As you would expect, this year’s Pensions and Lifetime Savings Association (PLSA) Investment Conference tackled all the top issues facing the pensions system, from how to make the defined benefit sector more robust, to increased trustee consideration on ESG issues and what next for defined contribution after auto-enrolment.
Attendees welcomed the first keynote, former Deputy Prime Minister Nick Clegg, who discussed with the Edinburgh audience his role in helping the country through the great financial crash of 2008.
What was clear was that this was a well-trodden speech, but, when asked about pensions reform, there was a moment when Clegg allowed himself to speak passionately about the wider effect that Brexit is having on reform in the country, labelling it a “tragedy”.
“You must not exaggerate the capital for governments on several different fronts at once … the government is in a state of paralysis - it can’t do more than Brexit,” Clegg said.
So what might this mean for much of the planned reform in the system, namely the most recent automatic-enrolment review, and defined benefit white paper expected to be delivered in the spring?
Speaking at the conference, the Department for Work and Pensions deputy director of private pensions policy, Ronan O’Connor, remained tight lipped about the details of the DB white paper, but confirmed that consolidation, more powers for The Pensions Regulator and heightened scheme governance through clearer trustee objectives and more accountability was the order of the day.
Trustees also faced increased scrutiny over their role in both the defined contribution and defined benefit pension systems, as pressure grows over their ability to handle risk and invest their pension scheme responsibly.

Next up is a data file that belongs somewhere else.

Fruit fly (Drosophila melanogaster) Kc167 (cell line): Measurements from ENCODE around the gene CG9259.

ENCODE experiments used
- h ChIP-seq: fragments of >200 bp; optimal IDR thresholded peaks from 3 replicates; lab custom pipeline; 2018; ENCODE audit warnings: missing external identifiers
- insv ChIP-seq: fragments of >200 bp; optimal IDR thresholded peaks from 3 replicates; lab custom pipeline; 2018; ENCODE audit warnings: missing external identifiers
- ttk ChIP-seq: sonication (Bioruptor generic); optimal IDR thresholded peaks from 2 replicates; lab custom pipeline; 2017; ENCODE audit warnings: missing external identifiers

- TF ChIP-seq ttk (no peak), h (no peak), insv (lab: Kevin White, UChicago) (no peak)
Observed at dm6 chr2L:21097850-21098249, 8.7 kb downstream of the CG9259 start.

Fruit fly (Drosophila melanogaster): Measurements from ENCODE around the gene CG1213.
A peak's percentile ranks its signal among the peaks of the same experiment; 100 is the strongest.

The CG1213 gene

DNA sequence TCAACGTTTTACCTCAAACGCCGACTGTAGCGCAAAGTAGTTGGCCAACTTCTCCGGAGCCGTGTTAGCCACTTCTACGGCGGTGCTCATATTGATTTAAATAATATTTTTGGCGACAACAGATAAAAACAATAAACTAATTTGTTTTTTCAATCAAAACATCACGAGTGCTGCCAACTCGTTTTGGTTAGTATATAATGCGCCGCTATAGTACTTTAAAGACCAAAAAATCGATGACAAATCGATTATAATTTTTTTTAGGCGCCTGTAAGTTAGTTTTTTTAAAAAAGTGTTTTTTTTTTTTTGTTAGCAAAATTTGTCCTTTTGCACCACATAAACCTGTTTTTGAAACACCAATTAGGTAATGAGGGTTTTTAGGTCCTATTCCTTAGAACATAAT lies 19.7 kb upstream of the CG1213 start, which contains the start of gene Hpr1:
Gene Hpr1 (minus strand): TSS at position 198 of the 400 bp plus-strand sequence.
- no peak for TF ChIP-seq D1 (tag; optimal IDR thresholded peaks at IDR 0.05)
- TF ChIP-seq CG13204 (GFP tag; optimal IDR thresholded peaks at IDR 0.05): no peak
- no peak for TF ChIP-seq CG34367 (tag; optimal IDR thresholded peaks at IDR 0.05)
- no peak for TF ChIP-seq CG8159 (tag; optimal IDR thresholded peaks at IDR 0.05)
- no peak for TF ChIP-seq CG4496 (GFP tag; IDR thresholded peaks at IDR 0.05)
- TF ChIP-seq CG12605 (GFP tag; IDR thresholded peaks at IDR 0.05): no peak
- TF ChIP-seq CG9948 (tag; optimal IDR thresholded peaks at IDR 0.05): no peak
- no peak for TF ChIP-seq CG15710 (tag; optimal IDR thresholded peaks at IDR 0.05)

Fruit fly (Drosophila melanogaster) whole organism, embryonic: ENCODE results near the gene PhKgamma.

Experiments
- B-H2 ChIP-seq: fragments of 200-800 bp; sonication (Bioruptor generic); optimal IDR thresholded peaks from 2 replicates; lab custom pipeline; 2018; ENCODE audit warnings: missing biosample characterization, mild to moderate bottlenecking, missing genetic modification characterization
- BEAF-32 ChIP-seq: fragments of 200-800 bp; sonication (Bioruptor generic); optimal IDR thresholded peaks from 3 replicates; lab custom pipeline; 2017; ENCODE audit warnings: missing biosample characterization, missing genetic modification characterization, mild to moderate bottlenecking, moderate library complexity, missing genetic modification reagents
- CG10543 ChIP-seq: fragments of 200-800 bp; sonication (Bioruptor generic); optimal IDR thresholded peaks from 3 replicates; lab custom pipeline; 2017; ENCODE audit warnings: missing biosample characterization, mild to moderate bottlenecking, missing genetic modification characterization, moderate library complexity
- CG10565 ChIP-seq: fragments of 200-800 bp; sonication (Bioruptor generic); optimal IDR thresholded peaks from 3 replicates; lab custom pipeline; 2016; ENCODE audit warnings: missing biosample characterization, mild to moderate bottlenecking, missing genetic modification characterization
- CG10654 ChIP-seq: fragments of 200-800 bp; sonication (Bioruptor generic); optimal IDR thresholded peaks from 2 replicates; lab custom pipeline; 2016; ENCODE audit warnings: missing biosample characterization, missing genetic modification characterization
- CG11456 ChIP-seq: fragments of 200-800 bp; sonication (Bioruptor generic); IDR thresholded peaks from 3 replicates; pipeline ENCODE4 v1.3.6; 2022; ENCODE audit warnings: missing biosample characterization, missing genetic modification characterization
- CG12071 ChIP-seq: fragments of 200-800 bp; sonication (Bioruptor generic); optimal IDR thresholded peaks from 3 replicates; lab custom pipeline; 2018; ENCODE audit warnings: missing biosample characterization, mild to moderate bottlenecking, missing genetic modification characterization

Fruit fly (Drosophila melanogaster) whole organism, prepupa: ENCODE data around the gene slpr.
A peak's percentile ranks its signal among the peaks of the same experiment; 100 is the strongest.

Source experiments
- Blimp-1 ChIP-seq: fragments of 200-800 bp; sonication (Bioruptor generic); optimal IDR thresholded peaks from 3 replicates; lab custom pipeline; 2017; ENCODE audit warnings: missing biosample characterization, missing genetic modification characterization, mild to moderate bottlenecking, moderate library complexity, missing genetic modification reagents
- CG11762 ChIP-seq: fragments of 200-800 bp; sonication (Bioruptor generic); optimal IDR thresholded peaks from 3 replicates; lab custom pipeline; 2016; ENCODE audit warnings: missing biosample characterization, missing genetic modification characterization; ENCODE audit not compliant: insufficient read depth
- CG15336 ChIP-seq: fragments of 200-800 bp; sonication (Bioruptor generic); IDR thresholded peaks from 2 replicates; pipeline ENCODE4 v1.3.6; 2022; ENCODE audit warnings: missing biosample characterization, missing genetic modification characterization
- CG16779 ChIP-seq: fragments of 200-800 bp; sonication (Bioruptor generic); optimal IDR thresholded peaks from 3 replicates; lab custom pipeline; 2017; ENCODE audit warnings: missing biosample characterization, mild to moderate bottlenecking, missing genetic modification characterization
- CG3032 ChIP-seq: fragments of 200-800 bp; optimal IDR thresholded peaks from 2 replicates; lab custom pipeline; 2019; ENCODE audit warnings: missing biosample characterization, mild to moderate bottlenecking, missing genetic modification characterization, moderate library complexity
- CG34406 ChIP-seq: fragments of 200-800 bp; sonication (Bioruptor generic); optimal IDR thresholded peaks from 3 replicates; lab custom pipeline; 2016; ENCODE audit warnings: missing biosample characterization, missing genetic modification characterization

Furthermore, J.P. Morgan head of Europe Middle East and Africa pensions solutions Sorca Kelly-Scholte said pension schemes must start building their de-risking strategies now, as more schemes transition into run-off.
Despite this, pension funds were also warned against getting too swayed by “the flavour of the month” within the industry, such as ESG, according to FRC's senior investor engagement manager, Jennifer Sisson, although climate change was highlighted by some investment managers as the "single biggest risk" to pension portfolios.
To round the conference off, SCM Direct co-founder and transparency and ethics activist Gina Miller highlighted how much further the industry has to go in terms of polishing its image.
Miller proclaimed that the pensions and asset management industry has been "tarred with the brush of the financial services industry" and that in order to tackle this mistrust, the industry needs to be "more proactive in defending what we do".
The conference will have given much of the industry food for thought, and with reform on the agenda, it will be interesting to see how far we've come by the time of the PLSA Annual Conference in October 2018.